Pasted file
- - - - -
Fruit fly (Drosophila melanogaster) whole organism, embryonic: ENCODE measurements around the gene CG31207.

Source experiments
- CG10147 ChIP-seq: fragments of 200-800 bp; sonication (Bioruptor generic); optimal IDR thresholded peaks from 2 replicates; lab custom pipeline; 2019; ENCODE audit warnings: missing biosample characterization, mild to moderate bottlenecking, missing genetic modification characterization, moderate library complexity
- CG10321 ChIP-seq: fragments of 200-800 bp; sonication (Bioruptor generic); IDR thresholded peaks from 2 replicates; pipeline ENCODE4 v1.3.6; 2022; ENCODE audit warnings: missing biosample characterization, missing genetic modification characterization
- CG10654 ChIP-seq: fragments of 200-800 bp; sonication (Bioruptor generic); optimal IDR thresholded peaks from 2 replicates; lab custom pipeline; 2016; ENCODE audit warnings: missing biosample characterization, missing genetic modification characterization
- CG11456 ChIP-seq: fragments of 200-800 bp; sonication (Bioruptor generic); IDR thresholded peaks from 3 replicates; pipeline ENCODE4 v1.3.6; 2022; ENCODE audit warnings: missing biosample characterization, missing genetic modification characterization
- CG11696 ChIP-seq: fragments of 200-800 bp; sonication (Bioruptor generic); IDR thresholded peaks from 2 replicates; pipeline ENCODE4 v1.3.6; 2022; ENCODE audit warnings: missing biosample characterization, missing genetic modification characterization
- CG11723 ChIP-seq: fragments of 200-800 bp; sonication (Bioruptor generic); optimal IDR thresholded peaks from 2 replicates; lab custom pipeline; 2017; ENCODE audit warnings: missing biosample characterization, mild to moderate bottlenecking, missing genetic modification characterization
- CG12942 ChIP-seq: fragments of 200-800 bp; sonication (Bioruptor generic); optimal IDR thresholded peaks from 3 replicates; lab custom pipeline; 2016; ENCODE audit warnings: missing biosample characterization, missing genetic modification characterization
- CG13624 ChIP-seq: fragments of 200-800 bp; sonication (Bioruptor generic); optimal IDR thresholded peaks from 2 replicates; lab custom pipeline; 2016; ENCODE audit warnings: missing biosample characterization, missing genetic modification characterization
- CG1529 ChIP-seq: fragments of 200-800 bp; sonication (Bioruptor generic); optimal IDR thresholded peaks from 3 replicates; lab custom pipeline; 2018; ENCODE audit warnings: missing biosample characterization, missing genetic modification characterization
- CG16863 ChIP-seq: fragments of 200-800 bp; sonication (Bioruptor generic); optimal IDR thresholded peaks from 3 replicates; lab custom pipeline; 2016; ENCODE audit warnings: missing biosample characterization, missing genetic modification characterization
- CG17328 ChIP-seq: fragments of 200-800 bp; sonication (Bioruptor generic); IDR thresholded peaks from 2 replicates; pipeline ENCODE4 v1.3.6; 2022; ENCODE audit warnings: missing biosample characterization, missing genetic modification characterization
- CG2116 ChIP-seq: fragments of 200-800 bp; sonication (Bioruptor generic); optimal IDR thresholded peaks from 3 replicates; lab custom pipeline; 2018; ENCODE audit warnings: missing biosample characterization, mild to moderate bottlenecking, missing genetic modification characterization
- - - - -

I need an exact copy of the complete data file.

Fruit fly (Drosophila melanogaster) whole organism, embryonic: ENCODE measurements around the gene CG31207.

Source experiments
- CG10147 ChIP-seq: fragments of 200-800 bp; sonication (Bioruptor generic); optimal IDR thresholded peaks from 2 replicates; lab custom pipeline; 2019; ENCODE audit warnings: missing biosample characterization, mild to moderate bottlenecking, missing genetic modification characterization, moderate library complexity
- CG10321 ChIP-seq: fragments of 200-800 bp; sonication (Bioruptor generic); IDR thresholded peaks from 2 replicates; pipeline ENCODE4 v1.3.6; 2022; ENCODE audit warnings: missing biosample characterization, missing genetic modification characterization
- CG10654 ChIP-seq: fragments of 200-800 bp; sonication (Bioruptor generic); optimal IDR thresholded peaks from 2 replicates; lab custom pipeline; 2016; ENCODE audit warnings: missing biosample characterization, missing genetic modification characterization
- CG11456 ChIP-seq: fragments of 200-800 bp; sonication (Bioruptor generic); IDR thresholded peaks from 3 replicates; pipeline ENCODE4 v1.3.6; 2022; ENCODE audit warnings: missing biosample characterization, missing genetic modification characterization
- CG11696 ChIP-seq: fragments of 200-800 bp; sonication (Bioruptor generic); IDR thresholded peaks from 2 replicates; pipeline ENCODE4 v1.3.6; 2022; ENCODE audit warnings: missing biosample characterization, missing genetic modification characterization
- CG11723 ChIP-seq: fragments of 200-800 bp; sonication (Bioruptor generic); optimal IDR thresholded peaks from 2 replicates; lab custom pipeline; 2017; ENCODE audit warnings: missing biosample characterization, mild to moderate bottlenecking, missing genetic modification characterization
- CG12942 ChIP-seq: fragments of 200-800 bp; sonication (Bioruptor generic); optimal IDR thresholded peaks from 3 replicates; lab custom pipeline; 2016; ENCODE audit warnings: missing biosample characterization, missing genetic modification characterization
- CG13624 ChIP-seq: fragments of 200-800 bp; sonication (Bioruptor generic); optimal IDR thresholded peaks from 2 replicates; lab custom pipeline; 2016; ENCODE audit warnings: missing biosample characterization, missing genetic modification characterization
- CG1529 ChIP-seq: fragments of 200-800 bp; sonication (Bioruptor generic); optimal IDR thresholded peaks from 3 replicates; lab custom pipeline; 2018; ENCODE audit warnings: missing biosample characterization, missing genetic modification characterization
- CG16863 ChIP-seq: fragments of 200-800 bp; sonication (Bioruptor generic); optimal IDR thresholded peaks from 3 replicates; lab custom pipeline; 2016; ENCODE audit warnings: missing biosample characterization, missing genetic modification characterization
- CG17328 ChIP-seq: fragments of 200-800 bp; sonication (Bioruptor generic); IDR thresholded peaks from 2 replicates; pipeline ENCODE4 v1.3.6; 2022; ENCODE audit warnings: missing biosample characterization, missing genetic modification characterization
- CG2116 ChIP-seq: fragments of 200-800 bp; sonication (Bioruptor generic); optimal IDR thresholded peaks from 3 replicates; lab custom pipeline; 2018; ENCODE audit warnings: missing biosample characterization, mild to moderate bottlenecking, missing genetic modification characterization